His is not perhaps the name that first comes to mind when thinking of the swing era, but Chick Webb’s remarkable legacy lives on. In her absorbing and thoroughly researched biography, Stephanie Stein Crease explains and assesses his importance and influence not only on drummers in jazz, but also on the music itself and, perhaps most lasting of all, on his role in the life and career of Ella Fitzgerald.
As Crease traces his far from affluent childhood in Baltimore, it is quickly apparent that Webb was special. He was beset by health problems affecting his growth and stature and overcame them in a display of physical fortitude matched by quite remarkable inner strength. He taught himself to play drums and he and a small group of like-minded friends eventually moved to New York where he began a struggle for recognition.
Through newspaper accounts and interviews, Crease explores how, in the matter of racial issues, New York differed little from Baltimore. Discrimination and prejudice affected opportunities, and even though Webb’s exceptional qualities were recognised there was separation of black and white. Not only were musicians kept apart, so too were audiences, with venues separating black and white dancers into roped-off areas. The colour divide also created difficulties with management and promoters, although Webb was fortunate in attracting the attention of Helen Oakley, whose important role is detailed here.
As becomes clear from sources consulted by Crease, another of Webb’s inner strengths was his determination to reach the top, which meant playing at the Savoy. There, he participated in the widely publicised Battle of the Bands, winning against opponents such as Benny Goodman and Count Basie, and eventually became the undisputed King of the Savoy.
Although the Savoy meant steady work in one place, during the late 1920s and early 1930s Webb undertook often arduous tours of one-night stands and these undoubtedly exacerbated his lifelong health problems. There are instances of engagements where another drummer played the bulk of the session with Webb coming on only toward the evening’s end, when he had to be carried onto and off the bandstand, but Crease’s research finds no indication that he ever complained.
Often playing in New York during the second half of the 1930s, Webb and the band were more settled and it was now that he made the best of his recordings. This was also the time when he was to make his lasting mark on the history of jazz. Although he had already influenced jazz drummers, especially contemporaries such as Kaiser Marshall, Jesse Price, Bill Beason and especially Gene Krupa, his chief legacy was a singer: Ella Fitzgerald.
Much has been written of Fitzgerald’s discovery and development, some of it speculative, some guesswork, and Crease’s recounting sets the record straight. What also become apparent from her sources is that there were striking similarities between the drummer and the singer. Both were self-taught yet brilliant musicians, both possessed steely determination gearing them toward success, both demanded the best from those who worked with them, and both cloaked their toughness beneath genuinely amiable exteriors.
Among the reasons for these successes was another of Webb’s qualities: his absolute commitment. There was also his steadfast determination to seek perfection in his own playing and he expected nothing less from the other musicians in his band. Not that he was a harsh taskmaster; as Crease’s sources state, he was an inherently kindly man and this encouraged others to always try to measure up to his expectations. Constantly alert for sometimes as yet undiscovered qualities, he brought into the light many newcomers, both instrumentalists and arrangers. Among them were Louis Jordan, Edgar Sampson and Mario Bauza, who owed much to Webb. Interviewed for Jazz Journal by Stan Woolley in 1989, Bauza recalled how he was told by Webb to attend a rehearsal. “Well, when I arrived there was nobody else there but Chick, who said the rehearsal was just for me. He told me I was the man he was looking for but didn’t like the way I phrased, it was too Latin. So he hummed the way he wanted each number to go and I played right along with him on trumpet. We did this for two or three nights until Chick was happy with what I was doing. You know, although he couldn’t read a note of music he had a real musician’s mind.”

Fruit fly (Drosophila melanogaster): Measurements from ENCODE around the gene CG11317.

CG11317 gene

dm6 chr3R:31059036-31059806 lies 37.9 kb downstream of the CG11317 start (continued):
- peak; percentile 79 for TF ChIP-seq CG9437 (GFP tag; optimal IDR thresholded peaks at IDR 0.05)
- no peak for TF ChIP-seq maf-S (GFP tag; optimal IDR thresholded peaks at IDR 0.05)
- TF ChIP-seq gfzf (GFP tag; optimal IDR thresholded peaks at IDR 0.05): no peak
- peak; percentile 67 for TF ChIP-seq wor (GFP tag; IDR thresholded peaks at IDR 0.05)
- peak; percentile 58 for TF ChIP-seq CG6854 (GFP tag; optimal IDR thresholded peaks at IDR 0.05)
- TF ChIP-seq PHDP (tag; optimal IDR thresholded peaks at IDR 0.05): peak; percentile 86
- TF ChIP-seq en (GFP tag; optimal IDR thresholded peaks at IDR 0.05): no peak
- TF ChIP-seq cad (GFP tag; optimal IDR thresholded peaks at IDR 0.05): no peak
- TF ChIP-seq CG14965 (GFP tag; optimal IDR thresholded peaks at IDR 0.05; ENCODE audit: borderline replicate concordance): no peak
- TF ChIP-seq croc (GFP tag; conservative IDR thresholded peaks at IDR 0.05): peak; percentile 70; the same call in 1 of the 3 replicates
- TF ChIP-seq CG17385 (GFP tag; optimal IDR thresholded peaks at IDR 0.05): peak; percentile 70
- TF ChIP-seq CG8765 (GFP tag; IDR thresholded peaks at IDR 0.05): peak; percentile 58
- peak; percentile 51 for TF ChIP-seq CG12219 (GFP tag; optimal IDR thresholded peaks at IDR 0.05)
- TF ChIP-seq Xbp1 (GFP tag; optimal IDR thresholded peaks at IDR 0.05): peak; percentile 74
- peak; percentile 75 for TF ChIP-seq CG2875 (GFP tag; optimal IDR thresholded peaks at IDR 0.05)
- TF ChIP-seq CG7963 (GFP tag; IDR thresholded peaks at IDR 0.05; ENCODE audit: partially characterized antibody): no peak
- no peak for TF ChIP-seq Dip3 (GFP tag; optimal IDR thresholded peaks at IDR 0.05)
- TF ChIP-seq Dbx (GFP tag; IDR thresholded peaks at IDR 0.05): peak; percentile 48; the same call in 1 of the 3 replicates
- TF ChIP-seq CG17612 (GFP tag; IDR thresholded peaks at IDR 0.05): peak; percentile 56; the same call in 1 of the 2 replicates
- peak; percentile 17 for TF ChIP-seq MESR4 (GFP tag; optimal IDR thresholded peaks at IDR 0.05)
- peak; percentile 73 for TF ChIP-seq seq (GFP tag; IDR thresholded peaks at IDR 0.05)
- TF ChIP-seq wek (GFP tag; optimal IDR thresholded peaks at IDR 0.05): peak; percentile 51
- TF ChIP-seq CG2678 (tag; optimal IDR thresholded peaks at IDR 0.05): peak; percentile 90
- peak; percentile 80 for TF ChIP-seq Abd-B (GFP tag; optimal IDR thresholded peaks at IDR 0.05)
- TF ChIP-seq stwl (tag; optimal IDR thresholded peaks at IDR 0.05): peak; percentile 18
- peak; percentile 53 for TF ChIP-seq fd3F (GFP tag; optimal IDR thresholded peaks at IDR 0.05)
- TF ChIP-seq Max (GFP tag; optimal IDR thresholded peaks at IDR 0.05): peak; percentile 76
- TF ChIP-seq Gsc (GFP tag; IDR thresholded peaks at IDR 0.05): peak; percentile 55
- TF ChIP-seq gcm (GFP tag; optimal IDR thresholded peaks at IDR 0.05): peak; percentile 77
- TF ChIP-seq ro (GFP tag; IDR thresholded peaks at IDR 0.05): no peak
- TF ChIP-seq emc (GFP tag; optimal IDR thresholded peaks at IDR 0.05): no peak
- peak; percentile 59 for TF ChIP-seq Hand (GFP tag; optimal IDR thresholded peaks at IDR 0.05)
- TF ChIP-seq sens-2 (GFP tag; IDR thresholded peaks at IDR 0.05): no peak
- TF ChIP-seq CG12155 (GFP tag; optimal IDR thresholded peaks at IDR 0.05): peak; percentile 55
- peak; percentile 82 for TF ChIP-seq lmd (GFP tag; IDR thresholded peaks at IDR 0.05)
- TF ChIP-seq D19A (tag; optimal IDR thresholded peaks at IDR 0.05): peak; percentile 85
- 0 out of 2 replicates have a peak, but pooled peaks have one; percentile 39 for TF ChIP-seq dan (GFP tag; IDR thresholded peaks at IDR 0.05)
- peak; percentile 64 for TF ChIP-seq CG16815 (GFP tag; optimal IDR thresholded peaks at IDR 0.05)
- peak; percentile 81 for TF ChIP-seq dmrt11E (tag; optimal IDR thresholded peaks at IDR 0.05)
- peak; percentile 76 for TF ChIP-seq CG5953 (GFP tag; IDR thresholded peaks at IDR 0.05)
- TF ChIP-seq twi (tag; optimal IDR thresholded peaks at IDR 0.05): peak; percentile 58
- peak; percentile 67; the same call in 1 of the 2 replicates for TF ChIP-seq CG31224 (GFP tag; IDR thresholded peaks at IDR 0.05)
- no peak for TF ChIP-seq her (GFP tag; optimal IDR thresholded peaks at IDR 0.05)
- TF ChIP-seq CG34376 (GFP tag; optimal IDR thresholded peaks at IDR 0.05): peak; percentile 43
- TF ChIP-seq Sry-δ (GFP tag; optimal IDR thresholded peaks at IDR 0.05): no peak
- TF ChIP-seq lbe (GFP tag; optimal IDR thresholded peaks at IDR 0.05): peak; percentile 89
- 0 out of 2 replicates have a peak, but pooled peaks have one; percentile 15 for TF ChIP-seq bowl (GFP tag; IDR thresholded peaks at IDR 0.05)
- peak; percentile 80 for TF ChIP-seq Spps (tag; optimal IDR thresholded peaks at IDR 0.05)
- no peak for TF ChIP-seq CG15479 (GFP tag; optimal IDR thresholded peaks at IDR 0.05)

Ella Fitzgerald, too, had a musician’s mind and this, together with her determination, are examined by Crease as she discusses the final four years of Webb’s life. Financial success was brought by records featuring Fitzgerald: Sing Me A Swing Song, Oh, Yes, Take Another Guess, The Dipsy Doodle, If Dreams Come True and most successful of all, and a highly unlikely hit song for a swing-era band, A-Tisket, A-Tasket. That the singer pulled it off shows that Mario Bauza was right when he said “That woman was sensational.”
Another of Webb’s qualities made clear here is that he never complained about his health, was always cheerful, eager to perform, never gave anything less than his all. A result of this was that even though he had periodically spent time undergoing hospital treatment for the spinal tuberculosis that had plagued (and pained) him throughout his life, none of his musical associates and friends appear to have been prepared for his death in 1939 when he was only 34 years of age.
This biography of Chick Webb is not only an excellent account of the life of one of the finest jazz musicians, it is also a tale of extraordinary courage in the face of physical disability and racial discrimination.
Rhythm Man: Chick Webb And The Beat That Changed America, by Stephanie Stein Crease. Oxford University Press; hb, 360pp; 29 photographs; bibliography; discography; indexed. £27.00 / $35.00, ISBN: 9780190055691. (Ebook £23.00 / $18.00, ISBN: 9780190055714.)